EDITION: June - August 2016

Regularisation of the Cadastral and Property Records

Armin Gutschick y Anja Sämann-Gutschick
At the end of 2012, the Spanish government decided to update the Cadastral database. This gave property owners in Ibiza the opportunity to regularise their situation and update previously undeclared property details in the Cadastre without being fined. For this reason, the regularisation is also known as “Cadastral Amnesty”. This regularisation procedure will mean an addition income for the municipalities where these properties are located given that the cadastral value, which is the base for calculating property tax (IBI) and capital gains tax, will increase accordingly.
 
Since before the government started the cadastral regularisation process, home owners have been obliged to inform the Cadastre of any building alteration to their property within 2 months, allowing for the cadastral database to be updated. Failing to do so could result in a fine of up to 6,000 €. The regularisation process will not enter into force across the whole of Spain simultaneously – the Cadastre will publish when and where it will take place in the Spanish Official State Gazette (BOE). The regularisation has already been completed in the Sant Josep and Sant Antoni municipalities whilst in those of Santa Eulària, Sant Joan and Eivissa it is still underway.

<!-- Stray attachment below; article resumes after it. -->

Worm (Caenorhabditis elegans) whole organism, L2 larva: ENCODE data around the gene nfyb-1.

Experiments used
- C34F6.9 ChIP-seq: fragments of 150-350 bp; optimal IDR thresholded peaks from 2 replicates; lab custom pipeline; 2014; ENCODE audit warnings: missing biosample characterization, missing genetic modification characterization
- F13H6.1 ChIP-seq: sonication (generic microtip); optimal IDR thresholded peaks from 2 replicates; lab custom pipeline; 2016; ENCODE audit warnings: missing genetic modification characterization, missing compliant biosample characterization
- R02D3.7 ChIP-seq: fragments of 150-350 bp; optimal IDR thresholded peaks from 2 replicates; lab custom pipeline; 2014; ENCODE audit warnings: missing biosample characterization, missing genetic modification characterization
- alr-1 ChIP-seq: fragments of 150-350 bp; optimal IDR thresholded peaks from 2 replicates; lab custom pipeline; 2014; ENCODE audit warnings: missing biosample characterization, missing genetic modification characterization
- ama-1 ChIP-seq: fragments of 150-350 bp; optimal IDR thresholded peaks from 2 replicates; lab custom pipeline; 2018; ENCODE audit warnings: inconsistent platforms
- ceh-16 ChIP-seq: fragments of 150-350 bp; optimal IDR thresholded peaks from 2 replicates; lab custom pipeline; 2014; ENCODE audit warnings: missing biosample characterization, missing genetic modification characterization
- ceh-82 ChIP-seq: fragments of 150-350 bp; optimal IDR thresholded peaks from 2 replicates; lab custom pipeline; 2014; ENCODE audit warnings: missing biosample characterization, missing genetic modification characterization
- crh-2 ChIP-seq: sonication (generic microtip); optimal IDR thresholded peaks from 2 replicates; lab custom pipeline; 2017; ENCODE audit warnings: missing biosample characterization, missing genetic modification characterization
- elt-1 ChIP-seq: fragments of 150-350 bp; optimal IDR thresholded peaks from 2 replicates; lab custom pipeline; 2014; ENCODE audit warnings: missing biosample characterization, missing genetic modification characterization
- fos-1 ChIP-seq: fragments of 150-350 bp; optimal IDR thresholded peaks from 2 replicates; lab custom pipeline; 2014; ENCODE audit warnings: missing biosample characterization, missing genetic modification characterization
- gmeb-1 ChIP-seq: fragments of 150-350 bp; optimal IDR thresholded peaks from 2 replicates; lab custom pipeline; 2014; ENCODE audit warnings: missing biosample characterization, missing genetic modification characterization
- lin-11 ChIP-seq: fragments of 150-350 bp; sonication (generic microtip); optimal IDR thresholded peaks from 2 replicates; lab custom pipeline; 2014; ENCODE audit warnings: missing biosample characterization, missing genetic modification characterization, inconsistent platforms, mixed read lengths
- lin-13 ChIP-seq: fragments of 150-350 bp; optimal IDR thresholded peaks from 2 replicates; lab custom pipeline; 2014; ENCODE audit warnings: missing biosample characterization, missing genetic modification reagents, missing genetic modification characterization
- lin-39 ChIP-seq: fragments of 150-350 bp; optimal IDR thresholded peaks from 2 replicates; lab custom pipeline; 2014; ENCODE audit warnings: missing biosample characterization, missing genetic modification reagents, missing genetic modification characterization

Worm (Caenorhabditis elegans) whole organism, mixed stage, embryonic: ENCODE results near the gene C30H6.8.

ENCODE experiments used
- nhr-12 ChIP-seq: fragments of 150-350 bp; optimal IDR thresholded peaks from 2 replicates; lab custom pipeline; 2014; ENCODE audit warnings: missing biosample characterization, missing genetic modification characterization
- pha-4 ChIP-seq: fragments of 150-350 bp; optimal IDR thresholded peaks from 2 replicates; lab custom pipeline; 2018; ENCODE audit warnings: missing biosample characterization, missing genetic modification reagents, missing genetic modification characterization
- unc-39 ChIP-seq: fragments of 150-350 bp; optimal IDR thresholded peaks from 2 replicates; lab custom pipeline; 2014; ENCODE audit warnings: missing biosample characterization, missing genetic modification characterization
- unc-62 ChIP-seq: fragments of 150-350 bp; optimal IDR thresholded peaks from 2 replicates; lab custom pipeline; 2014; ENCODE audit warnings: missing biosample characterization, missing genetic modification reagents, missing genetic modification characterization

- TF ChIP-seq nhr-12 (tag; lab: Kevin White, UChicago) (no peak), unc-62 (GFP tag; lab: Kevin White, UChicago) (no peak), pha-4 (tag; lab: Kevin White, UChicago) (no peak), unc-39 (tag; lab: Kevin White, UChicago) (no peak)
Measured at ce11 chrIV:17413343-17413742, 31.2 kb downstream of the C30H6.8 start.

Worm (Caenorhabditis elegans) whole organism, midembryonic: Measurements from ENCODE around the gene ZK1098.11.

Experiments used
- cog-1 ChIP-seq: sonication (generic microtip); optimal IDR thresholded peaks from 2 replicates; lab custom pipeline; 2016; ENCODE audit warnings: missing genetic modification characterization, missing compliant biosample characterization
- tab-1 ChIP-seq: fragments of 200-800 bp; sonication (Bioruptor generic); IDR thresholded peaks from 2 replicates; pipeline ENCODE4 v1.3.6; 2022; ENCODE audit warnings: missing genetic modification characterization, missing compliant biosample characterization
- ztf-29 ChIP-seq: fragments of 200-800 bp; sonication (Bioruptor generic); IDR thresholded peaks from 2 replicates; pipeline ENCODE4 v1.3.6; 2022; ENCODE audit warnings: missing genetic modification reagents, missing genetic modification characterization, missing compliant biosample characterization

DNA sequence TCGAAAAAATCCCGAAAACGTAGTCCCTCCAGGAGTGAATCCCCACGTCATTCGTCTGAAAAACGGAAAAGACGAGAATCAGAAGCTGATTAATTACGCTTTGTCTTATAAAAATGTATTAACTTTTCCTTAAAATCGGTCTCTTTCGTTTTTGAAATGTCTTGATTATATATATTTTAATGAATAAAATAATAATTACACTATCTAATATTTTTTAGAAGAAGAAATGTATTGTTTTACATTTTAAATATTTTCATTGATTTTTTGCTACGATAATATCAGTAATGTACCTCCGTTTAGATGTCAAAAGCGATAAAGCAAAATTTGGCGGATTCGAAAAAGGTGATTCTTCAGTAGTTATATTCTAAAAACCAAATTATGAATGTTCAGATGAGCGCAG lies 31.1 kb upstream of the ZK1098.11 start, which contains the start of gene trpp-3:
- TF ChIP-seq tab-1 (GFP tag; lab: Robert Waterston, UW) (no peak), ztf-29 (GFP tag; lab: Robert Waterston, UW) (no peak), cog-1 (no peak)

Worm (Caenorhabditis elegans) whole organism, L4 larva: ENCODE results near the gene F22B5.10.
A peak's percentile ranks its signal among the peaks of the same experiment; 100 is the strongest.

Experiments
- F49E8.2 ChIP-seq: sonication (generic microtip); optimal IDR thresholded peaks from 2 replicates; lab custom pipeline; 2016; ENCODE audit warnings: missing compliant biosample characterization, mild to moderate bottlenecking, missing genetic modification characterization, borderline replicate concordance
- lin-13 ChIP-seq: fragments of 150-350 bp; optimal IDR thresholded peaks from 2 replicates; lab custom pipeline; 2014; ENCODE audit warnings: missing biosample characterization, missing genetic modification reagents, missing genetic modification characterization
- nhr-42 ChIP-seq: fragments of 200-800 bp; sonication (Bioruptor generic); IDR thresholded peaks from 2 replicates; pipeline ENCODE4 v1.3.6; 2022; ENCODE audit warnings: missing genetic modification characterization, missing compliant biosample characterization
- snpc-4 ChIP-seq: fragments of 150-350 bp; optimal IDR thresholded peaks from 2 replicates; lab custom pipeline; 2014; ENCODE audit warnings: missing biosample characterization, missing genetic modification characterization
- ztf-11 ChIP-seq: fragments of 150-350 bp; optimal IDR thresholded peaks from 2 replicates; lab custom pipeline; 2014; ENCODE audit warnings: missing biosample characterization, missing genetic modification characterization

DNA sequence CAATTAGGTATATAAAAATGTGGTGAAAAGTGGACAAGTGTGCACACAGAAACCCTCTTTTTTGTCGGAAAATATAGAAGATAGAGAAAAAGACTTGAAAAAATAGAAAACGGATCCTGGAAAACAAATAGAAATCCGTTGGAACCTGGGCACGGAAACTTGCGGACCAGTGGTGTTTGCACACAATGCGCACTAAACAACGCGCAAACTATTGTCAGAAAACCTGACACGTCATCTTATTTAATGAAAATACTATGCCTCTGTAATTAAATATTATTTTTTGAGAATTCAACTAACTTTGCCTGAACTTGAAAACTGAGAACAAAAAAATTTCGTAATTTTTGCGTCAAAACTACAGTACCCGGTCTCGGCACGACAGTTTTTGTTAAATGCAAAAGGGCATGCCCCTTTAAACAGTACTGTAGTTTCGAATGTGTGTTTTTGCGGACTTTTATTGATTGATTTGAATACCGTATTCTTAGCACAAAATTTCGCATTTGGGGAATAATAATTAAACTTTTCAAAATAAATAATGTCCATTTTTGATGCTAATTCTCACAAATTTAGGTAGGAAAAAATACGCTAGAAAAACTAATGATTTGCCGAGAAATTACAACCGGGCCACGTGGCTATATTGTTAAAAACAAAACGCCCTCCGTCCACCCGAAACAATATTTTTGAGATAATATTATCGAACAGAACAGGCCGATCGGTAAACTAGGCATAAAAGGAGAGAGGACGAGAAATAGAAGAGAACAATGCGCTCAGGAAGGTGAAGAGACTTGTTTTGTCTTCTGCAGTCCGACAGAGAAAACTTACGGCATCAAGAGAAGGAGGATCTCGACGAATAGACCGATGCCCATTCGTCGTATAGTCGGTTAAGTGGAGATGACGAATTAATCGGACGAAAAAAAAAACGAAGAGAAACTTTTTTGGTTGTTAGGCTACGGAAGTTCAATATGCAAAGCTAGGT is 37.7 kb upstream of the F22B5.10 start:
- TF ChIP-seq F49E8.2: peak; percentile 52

Regularisation can be obtained either by voluntary request of the property owner or by the cadastre itself. In this case, the owner will then receive notice of the new cadastral value. The owner will have to pay a special 60€ cadastral regularisation tax as well as property tax for the former four years, calculated on the basis of the land registry cadastral value resulting from the revision. To voluntarily start the procedure, the property owner will have to both fill in a 906-N form and present the construction plans and building specifications. Only buildings and structures built on legal property can be regularised. As a general rule of thumb, the “Cadastral Amnesty” cannot be used to legalise buildings which do not comply with planning laws. This does not apply to cases in which the violation of building rules has expired and, therefore, vested rights apply.
 
The cadastral regularisation has no implication on the Land Registry; nevertheless, it is advisable to register any undeclared areas of a property. The rectification of data for registered lands can be done through the presentation of a declaration of new works. The process involves adding all existing structures, extensions or modifications carried out to a property to the Land Registry with a detailed description and their value. The registration is made based on a public deed of declaration of new building works issued before a notary. The declaration is subject to stamp duty which amounts to 1.2% of the registered value.
  
The declaration of new building works is legally important in the case, for example, of selling a property, which can only be done if the building in question appears in the Land Registry. It is also important in practice when requesting a mortgage to purchase a property given that, as a general rule, Spanish banks will only offer credit if the building to be mortgaged has been correctly entered in the Land Registry.
 
In conclusion, the cadastral regularisation offers many property owners in Ibiza the fantastic opportunity to update the cadastral and registry details of their property. •